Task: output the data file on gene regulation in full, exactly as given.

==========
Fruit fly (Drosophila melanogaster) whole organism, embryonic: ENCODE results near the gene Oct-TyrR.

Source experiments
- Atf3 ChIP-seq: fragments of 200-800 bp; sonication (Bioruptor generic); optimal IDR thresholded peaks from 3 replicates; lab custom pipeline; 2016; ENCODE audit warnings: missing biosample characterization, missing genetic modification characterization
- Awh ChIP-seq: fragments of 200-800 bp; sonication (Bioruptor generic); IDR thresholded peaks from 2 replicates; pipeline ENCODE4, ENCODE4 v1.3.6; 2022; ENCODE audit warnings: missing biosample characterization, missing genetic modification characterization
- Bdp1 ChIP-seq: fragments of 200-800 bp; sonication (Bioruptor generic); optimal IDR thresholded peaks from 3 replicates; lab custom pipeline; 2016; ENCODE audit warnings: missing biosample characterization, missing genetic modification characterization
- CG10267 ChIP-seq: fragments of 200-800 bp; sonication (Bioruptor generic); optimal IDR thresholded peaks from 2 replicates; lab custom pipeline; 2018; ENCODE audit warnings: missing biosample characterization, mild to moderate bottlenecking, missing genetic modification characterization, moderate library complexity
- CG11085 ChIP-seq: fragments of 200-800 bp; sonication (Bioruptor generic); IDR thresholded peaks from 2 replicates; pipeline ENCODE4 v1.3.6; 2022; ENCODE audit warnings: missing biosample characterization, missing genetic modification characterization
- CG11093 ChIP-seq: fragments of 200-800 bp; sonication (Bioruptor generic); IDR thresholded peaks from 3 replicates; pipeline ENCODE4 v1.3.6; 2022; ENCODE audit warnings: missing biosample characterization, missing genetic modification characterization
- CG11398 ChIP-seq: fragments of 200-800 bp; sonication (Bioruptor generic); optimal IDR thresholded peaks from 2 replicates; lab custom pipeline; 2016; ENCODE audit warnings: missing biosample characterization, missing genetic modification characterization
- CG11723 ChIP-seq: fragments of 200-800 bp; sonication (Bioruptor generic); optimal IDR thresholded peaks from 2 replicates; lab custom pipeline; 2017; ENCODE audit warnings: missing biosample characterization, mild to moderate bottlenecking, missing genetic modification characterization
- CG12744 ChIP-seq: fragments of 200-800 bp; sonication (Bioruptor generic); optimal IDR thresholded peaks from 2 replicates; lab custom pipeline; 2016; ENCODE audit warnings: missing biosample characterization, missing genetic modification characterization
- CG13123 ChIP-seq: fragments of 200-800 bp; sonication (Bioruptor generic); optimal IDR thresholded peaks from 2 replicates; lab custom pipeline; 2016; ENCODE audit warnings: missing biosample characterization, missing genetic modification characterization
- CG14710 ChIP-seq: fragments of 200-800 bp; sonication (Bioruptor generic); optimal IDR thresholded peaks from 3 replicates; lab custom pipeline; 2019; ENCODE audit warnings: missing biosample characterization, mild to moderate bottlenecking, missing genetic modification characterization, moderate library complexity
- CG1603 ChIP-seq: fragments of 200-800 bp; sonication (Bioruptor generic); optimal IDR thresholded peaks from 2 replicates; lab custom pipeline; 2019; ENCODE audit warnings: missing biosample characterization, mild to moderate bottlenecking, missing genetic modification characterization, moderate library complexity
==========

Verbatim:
Fruit fly (Drosophila melanogaster) whole organism, embryonic: ENCODE results near the gene Oct-TyrR.

Source experiments
- Atf3 ChIP-seq: fragments of 200-800 bp; sonication (Bioruptor generic); optimal IDR thresholded peaks from 3 replicates; lab custom pipeline; 2016; ENCODE audit warnings: missing biosample characterization, missing genetic modification characterization
- Awh ChIP-seq: fragments of 200-800 bp; sonication (Bioruptor generic); IDR thresholded peaks from 2 replicates; pipeline ENCODE4, ENCODE4 v1.3.6; 2022; ENCODE audit warnings: missing biosample characterization, missing genetic modification characterization
- Bdp1 ChIP-seq: fragments of 200-800 bp; sonication (Bioruptor generic); optimal IDR thresholded peaks from 3 replicates; lab custom pipeline; 2016; ENCODE audit warnings: missing biosample characterization, missing genetic modification characterization
- CG10267 ChIP-seq: fragments of 200-800 bp; sonication (Bioruptor generic); optimal IDR thresholded peaks from 2 replicates; lab custom pipeline; 2018; ENCODE audit warnings: missing biosample characterization, mild to moderate bottlenecking, missing genetic modification characterization, moderate library complexity
- CG11085 ChIP-seq: fragments of 200-800 bp; sonication (Bioruptor generic); IDR thresholded peaks from 2 replicates; pipeline ENCODE4 v1.3.6; 2022; ENCODE audit warnings: missing biosample characterization, missing genetic modification characterization
- CG11093 ChIP-seq: fragments of 200-800 bp; sonication (Bioruptor generic); IDR thresholded peaks from 3 replicates; pipeline ENCODE4 v1.3.6; 2022; ENCODE audit warnings: missing biosample characterization, missing genetic modification characterization
- CG11398 ChIP-seq: fragments of 200-800 bp; sonication (Bioruptor generic); optimal IDR thresholded peaks from 2 replicates; lab custom pipeline; 2016; ENCODE audit warnings: missing biosample characterization, missing genetic modification characterization
- CG11723 ChIP-seq: fragments of 200-800 bp; sonication (Bioruptor generic); optimal IDR thresholded peaks from 2 replicates; lab custom pipeline; 2017; ENCODE audit warnings: missing biosample characterization, mild to moderate bottlenecking, missing genetic modification characterization
- CG12744 ChIP-seq: fragments of 200-800 bp; sonication (Bioruptor generic); optimal IDR thresholded peaks from 2 replicates; lab custom pipeline; 2016; ENCODE audit warnings: missing biosample characterization, missing genetic modification characterization
- CG13123 ChIP-seq: fragments of 200-800 bp; sonication (Bioruptor generic); optimal IDR thresholded peaks from 2 replicates; lab custom pipeline; 2016; ENCODE audit warnings: missing biosample characterization, missing genetic modification characterization
- CG14710 ChIP-seq: fragments of 200-800 bp; sonication (Bioruptor generic); optimal IDR thresholded peaks from 3 replicates; lab custom pipeline; 2019; ENCODE audit warnings: missing biosample characterization, mild to moderate bottlenecking, missing genetic modification characterization, moderate library complexity
- CG1603 ChIP-seq: fragments of 200-800 bp; sonication (Bioruptor generic); optimal IDR thresholded peaks from 2 replicates; lab custom pipeline; 2019; ENCODE audit warnings: missing biosample characterization, mild to moderate bottlenecking, missing genetic modification characterization, moderate library complexity